League of Denial: The NFL, Concussions and the Battle for Truth by Mark Fainaru-Wada and Steve Fainaru:
“I don’t think it’s rocket science to say that there’s chronic injury from head injury in football,” Westbrook said. “I mean, we’ve all talked about it.”
It would be years before it was known publicly what Edward Westbrook had concluded about Mike Webster, a period in which the concussion issue would sweep over the NFL like a giant wave and the question of what the league knew about the connection between football and brain damage—and when it knew it—would potentially be worth millions, if not billions, of dollars.
On October 28, 1999, on Westbrook’s recommendation, the retirement board granted Webster “Total and Permanent” disability benefits on the basis of his injuries. A few months later, Fitzsimmons received a letter from Sarah E. Gaunt, the plan’s director, explaining the decision: “The Retirement Board determined that Mr. Webster’s disability arose while he was an Active Player.” The medical reports, including one from the NFL’s handpicked neurologist, “indicate that his disability is the result of head injuries suffered as a football player with the Pittsburgh Steelers and Kansas City Chiefs.” The league’s own disability committee—chaired by a representative of the NFL commissioner and managed in part by the NFL owners, who elected that commissioner—had determined that professional football had caused Mike Webster’s brain damage.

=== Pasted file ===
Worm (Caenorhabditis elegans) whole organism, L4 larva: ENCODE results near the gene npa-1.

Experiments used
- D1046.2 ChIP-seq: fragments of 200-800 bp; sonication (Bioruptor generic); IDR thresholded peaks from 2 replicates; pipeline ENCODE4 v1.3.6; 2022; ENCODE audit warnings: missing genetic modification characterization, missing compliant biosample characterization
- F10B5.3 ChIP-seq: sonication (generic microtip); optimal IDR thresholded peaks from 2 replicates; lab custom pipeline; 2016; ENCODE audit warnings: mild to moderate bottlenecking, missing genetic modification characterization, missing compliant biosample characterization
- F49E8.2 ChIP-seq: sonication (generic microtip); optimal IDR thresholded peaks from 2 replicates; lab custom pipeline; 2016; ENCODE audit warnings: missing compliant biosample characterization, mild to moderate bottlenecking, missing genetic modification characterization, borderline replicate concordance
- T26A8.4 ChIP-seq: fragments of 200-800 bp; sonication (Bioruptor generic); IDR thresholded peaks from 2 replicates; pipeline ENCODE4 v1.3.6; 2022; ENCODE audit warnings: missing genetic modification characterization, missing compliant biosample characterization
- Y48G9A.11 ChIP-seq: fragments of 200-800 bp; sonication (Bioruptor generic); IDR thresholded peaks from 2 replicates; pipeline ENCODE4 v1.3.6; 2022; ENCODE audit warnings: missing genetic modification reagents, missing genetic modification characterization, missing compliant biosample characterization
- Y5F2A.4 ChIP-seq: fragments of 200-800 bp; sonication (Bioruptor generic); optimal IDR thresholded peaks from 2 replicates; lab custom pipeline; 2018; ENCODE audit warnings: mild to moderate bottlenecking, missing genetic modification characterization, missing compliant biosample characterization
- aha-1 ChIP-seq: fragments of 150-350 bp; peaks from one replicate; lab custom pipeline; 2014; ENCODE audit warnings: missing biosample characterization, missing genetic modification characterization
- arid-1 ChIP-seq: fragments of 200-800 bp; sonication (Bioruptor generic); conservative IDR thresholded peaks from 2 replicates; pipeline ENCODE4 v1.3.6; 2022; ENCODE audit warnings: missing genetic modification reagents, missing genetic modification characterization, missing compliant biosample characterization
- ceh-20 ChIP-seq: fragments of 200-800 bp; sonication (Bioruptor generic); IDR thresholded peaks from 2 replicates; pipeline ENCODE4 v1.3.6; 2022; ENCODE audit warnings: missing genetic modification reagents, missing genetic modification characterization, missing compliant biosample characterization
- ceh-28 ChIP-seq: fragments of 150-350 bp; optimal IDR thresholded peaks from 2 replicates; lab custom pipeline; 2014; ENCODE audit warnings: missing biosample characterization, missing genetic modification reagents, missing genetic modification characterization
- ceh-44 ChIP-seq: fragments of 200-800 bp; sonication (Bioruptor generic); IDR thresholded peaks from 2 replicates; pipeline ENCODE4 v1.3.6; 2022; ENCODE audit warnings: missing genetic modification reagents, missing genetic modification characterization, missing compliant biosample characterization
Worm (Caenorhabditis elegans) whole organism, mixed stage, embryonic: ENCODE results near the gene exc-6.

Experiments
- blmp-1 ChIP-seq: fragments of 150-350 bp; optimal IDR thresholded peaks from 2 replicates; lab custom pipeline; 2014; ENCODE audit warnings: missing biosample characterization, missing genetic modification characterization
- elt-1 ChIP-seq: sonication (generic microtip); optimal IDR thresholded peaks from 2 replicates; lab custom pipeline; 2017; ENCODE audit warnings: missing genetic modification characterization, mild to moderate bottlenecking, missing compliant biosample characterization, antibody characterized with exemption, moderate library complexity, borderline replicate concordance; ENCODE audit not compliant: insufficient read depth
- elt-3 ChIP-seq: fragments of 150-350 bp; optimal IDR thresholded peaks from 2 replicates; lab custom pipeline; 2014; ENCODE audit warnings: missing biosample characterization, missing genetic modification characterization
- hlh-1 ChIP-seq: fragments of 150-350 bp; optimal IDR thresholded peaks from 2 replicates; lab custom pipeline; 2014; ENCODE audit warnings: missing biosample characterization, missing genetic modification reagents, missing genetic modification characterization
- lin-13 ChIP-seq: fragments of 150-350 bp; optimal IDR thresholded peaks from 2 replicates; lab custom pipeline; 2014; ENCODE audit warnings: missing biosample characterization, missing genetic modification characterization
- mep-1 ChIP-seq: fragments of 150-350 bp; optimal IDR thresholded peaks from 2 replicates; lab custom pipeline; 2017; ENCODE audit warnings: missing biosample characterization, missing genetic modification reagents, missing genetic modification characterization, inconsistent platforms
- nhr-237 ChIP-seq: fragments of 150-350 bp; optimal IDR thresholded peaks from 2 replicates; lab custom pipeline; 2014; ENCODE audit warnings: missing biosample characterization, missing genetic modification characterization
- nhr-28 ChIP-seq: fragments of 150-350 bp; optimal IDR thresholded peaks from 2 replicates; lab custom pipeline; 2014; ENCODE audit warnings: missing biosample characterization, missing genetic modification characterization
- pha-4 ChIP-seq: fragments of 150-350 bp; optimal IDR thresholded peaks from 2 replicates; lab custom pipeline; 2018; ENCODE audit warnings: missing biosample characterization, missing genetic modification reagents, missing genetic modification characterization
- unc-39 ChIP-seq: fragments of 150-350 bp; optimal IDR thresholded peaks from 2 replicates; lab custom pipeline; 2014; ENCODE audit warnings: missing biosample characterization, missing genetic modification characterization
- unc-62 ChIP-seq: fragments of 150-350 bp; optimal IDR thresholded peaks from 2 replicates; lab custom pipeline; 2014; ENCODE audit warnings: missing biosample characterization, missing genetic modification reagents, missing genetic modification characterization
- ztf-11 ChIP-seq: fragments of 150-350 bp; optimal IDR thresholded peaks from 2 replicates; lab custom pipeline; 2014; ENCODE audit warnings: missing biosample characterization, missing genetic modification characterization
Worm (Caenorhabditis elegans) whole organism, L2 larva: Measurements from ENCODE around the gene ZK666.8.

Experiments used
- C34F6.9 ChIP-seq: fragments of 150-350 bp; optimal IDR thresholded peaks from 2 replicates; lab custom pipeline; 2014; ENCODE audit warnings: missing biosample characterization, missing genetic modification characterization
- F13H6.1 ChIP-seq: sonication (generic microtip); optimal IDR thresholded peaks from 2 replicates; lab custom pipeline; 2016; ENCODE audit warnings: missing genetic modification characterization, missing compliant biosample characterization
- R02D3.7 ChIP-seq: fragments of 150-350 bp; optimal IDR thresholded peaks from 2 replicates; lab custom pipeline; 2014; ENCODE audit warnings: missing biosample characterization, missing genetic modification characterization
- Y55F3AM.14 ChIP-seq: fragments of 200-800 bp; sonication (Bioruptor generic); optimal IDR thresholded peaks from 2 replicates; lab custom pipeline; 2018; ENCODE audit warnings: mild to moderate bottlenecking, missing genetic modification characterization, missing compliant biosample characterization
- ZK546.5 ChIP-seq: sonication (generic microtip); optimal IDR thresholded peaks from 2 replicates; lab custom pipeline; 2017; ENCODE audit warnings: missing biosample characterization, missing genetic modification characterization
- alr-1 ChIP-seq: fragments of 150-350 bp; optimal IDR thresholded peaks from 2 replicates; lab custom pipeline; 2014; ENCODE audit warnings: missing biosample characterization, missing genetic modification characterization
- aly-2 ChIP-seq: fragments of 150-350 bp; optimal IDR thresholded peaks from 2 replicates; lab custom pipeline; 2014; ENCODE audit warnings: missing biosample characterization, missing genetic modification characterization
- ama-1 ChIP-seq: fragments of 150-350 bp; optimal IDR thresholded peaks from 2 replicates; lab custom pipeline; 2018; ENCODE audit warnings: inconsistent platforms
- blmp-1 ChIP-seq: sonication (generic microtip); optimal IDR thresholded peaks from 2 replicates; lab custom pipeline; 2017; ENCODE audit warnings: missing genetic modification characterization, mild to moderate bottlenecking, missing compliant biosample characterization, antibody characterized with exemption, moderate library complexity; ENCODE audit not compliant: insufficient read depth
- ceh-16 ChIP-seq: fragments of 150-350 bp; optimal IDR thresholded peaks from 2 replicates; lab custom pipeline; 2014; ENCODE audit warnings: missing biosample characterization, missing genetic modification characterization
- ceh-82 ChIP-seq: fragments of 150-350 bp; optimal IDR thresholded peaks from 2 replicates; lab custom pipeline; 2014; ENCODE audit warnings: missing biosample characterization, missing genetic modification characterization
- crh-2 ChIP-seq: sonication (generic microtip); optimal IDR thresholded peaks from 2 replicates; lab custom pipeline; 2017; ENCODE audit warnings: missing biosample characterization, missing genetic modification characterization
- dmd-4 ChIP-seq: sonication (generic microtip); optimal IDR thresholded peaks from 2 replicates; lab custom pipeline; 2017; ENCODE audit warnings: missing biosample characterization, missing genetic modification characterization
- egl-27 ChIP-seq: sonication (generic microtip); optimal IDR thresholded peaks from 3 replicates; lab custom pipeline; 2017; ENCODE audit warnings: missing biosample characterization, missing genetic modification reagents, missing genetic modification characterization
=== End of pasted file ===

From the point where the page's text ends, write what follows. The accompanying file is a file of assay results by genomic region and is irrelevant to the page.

A decade later, as thousands of former players were suing the NFL for fraud, Fitzsimmons, who by then had nothing to do with the lawsuit, would describe that 1999 letter as “the proverbial smoking gun.”